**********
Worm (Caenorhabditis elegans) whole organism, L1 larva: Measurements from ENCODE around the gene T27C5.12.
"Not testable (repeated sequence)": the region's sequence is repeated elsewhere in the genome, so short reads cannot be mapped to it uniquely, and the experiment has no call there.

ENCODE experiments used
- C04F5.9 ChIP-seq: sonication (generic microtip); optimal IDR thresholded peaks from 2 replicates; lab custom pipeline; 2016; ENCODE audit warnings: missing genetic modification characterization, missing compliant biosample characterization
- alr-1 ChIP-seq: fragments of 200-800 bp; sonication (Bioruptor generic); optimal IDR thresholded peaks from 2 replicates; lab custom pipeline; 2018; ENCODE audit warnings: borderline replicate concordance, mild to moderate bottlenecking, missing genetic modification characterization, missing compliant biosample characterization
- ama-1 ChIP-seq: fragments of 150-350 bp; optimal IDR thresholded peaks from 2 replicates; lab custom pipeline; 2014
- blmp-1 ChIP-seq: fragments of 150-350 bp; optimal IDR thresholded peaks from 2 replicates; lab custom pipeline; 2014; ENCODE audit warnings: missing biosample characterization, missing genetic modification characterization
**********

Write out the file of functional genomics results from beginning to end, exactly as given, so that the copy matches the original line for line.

Worm (Caenorhabditis elegans) whole organism, L1 larva: Measurements from ENCODE around the gene T27C5.12.
"Not testable (repeated sequence)": the region's sequence is repeated elsewhere in the genome, so short reads cannot be mapped to it uniquely, and the experiment has no call there.

ENCODE experiments used
- C04F5.9 ChIP-seq: sonication (generic microtip); optimal IDR thresholded peaks from 2 replicates; lab custom pipeline; 2016; ENCODE audit warnings: missing genetic modification characterization, missing compliant biosample characterization
- alr-1 ChIP-seq: fragments of 200-800 bp; sonication (Bioruptor generic); optimal IDR thresholded peaks from 2 replicates; lab custom pipeline; 2018; ENCODE audit warnings: borderline replicate concordance, mild to moderate bottlenecking, missing genetic modification characterization, missing compliant biosample characterization
- ama-1 ChIP-seq: fragments of 150-350 bp; optimal IDR thresholded peaks from 2 replicates; lab custom pipeline; 2014
- blmp-1 ChIP-seq: fragments of 150-350 bp; optimal IDR thresholded peaks from 2 replicates; lab custom pipeline; 2014; ENCODE audit warnings: missing biosample characterization, missing genetic modification characterization